Because gene function prediction uses the structure of gene networks (or association matrices), it is natural to consider how those networks are generated and how this relates to multifunctionality. A key statistic about networks is the node degree of each gene – how many connections each gene has. Because we define each function at the molecular level by the set of genes interacting in a particular context, it might be expected that a greater number of interaction partners overall (higher node degree) would reflect membership in a greater number of sets of genes (higher multifunctionality); this is the hub view of high node degree. Alternatively, functional studies might not translate well to interaction studies, or a higher node degree could represent only a less specifically defined functional role for the gene for no greater number of functions; this is the promiscuous protein view of high node degree.
In the following we consider a model to assess the specificity of functional information in protein interaction networks (and find that node degree ranks genes by their probability of random interaction). Previous workers have noted that in protein interaction networks, the probability of two genes being associated in a network is strongly correlated with the product of their individual node degrees (the number of connections they have) 
. It has further been shown that protein interaction networks can be surprisingly accurately reconstructed by a model in which each gene i
has an inherent and fixed probability pi
of being an interactor, without any specificity in the interactions; in our model the probability of an interaction is determined only by the product of these probabilities.
An “interaction” matrix generated from this model takes the form pipj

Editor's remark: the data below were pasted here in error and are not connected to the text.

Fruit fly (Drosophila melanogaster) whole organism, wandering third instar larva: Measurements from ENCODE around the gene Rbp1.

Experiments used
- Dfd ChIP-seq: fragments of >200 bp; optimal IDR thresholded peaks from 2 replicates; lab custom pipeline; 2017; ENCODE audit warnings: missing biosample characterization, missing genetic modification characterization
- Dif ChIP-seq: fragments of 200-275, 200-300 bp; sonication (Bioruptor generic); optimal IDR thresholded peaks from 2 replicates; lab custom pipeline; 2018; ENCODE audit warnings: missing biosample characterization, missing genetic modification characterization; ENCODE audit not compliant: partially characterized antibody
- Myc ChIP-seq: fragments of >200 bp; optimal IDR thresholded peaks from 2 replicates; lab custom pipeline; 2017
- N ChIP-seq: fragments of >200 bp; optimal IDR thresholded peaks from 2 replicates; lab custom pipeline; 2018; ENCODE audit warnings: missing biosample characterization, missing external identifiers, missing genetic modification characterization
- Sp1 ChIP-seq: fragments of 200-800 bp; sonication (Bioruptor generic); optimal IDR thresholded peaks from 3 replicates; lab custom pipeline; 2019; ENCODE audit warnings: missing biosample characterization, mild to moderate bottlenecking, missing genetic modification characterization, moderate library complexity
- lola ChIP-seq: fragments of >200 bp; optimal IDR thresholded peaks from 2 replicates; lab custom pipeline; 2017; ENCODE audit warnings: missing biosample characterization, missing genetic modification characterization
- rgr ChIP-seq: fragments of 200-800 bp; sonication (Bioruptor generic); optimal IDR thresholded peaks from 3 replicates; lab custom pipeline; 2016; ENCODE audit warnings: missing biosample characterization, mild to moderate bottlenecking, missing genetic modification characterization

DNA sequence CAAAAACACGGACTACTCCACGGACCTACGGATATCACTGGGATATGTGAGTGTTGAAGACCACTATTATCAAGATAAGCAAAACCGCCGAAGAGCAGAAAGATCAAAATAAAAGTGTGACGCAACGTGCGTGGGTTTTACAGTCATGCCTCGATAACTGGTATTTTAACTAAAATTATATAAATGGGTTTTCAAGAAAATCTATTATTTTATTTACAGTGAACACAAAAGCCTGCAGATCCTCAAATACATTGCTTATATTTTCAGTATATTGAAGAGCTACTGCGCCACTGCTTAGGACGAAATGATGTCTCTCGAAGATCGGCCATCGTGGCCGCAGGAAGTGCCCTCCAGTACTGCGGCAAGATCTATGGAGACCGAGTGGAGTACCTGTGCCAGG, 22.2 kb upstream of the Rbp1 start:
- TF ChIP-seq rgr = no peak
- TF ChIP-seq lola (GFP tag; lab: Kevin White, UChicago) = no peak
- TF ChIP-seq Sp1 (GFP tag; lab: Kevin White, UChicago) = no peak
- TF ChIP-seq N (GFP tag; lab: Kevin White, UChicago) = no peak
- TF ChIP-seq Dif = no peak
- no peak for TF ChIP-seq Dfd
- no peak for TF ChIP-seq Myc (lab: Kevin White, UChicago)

for each pair of genes i
– the independent product of probabilities representing the probability of both proteins appearing in the test and thereby their being labeled as associated. If we treat a real interaction matrix as if it were generated from the model, we can reconstruct the ranking of the original values for the p's
by noting that the sums across the columns of the matrix are
Because the sum forming the multiplicand is a constant, this product is proportional to the value of pi, so the result is the desired ranking. With a real interaction matrix, we compute A simply as the (weighted) sum of each row of the matrix. If the original network is unweighted, A is essentially equivalent to the node degree. Under this null model, node degree is more than just an interesting statistic about a gene; it explains the structure of networks.
Our interest in node degree is spurred by the idea that node degree might be strongly related to multifunctionality. As mentioned in the introduction, this seems intuitive and has some support in the literature. Here we show that there is an unequivocal relationship between node degree and multifunctionality, in a wide range of networks.
We first computed node degree for a human gene coexpression network and compared it to the ranking provided by the degree of annotations (number of GO terms) (). The rank correlation is modest (0.28) but statistically significant (p<0.001). Importantly, the effect is distributed across the entire range of node degrees – it is not just a property of genes with higher node degrees. This general relationship held for a variety of other networks we examined (), to varying degrees. Thus there is a relationship between multifunctionality and node degree, but by this measure the effect appears modest.